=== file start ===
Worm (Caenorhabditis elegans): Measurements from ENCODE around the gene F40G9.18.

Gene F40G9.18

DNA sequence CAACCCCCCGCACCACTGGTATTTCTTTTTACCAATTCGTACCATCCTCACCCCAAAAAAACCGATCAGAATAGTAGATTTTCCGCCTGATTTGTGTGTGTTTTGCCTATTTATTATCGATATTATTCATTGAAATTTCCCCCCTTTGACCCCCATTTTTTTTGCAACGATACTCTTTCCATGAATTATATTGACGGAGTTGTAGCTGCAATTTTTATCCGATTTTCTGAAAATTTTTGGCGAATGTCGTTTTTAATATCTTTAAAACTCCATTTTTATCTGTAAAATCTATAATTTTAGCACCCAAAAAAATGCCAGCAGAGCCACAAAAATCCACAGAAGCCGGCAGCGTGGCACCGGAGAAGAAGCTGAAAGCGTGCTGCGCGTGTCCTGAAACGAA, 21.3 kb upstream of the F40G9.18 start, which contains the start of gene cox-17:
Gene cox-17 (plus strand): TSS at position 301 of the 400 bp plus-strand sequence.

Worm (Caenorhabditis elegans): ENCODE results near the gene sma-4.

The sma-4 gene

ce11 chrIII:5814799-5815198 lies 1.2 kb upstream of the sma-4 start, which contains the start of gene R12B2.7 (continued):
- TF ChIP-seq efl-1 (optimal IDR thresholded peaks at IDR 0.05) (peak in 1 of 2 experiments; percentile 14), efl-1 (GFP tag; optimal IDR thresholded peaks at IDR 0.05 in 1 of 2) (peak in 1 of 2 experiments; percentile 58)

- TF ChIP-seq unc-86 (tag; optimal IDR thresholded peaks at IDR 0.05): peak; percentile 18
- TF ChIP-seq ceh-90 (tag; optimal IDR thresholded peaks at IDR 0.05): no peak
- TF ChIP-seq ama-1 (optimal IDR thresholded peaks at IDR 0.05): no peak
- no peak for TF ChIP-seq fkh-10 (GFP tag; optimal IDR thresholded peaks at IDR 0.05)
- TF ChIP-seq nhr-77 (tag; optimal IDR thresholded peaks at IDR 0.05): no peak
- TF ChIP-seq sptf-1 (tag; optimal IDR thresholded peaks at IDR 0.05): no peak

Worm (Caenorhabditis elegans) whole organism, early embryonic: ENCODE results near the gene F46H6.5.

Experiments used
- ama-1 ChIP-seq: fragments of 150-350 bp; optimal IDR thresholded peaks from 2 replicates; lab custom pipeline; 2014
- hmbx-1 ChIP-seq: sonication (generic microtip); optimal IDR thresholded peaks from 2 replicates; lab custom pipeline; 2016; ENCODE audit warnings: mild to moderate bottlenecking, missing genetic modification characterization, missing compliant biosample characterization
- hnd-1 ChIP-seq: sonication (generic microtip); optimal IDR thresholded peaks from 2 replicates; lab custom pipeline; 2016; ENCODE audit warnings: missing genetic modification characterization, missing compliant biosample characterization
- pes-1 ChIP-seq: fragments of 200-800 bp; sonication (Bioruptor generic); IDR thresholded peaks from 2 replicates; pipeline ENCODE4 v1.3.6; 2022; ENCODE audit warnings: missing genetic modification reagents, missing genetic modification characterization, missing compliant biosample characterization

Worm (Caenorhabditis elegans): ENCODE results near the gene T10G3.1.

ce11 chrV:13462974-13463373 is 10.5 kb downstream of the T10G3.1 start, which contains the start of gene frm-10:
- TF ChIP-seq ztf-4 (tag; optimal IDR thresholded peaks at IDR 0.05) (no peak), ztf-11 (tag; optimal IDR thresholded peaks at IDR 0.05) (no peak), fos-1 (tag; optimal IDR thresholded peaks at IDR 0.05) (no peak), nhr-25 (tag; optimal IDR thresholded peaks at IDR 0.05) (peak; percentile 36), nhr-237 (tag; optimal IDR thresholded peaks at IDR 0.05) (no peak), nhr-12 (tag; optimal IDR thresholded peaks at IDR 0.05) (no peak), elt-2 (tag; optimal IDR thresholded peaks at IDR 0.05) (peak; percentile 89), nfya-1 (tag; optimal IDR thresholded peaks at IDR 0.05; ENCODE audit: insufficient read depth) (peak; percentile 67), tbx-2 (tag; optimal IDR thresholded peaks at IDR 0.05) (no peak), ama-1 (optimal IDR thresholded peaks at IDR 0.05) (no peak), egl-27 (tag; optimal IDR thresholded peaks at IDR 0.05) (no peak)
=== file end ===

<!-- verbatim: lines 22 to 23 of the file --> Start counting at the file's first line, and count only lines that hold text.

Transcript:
ce11 chrV:13462974-13463373 is 10.5 kb downstream of the T10G3.1 start, which contains the start of gene frm-10:
- TF ChIP-seq ztf-4 (tag; optimal IDR thresholded peaks at IDR 0.05) (no peak), ztf-11 (tag; optimal IDR thresholded peaks at IDR 0.05) (no peak), fos-1 (tag; optimal IDR thresholded peaks at IDR 0.05) (no peak), nhr-25 (tag; optimal IDR thresholded peaks at IDR 0.05) (peak; percentile 36), nhr-237 (tag; optimal IDR thresholded peaks at IDR 0.05) (no peak), nhr-12 (tag; optimal IDR thresholded peaks at IDR 0.05) (no peak), elt-2 (tag; optimal IDR thresholded peaks at IDR 0.05) (peak; percentile 89), nfya-1 (tag; optimal IDR thresholded peaks at IDR 0.05; ENCODE audit: insufficient read depth) (peak; percentile 67), tbx-2 (tag; optimal IDR thresholded peaks at IDR 0.05) (no peak), ama-1 (optimal IDR thresholded peaks at IDR 0.05) (no peak), egl-27 (tag; optimal IDR thresholded peaks at IDR 0.05) (no peak)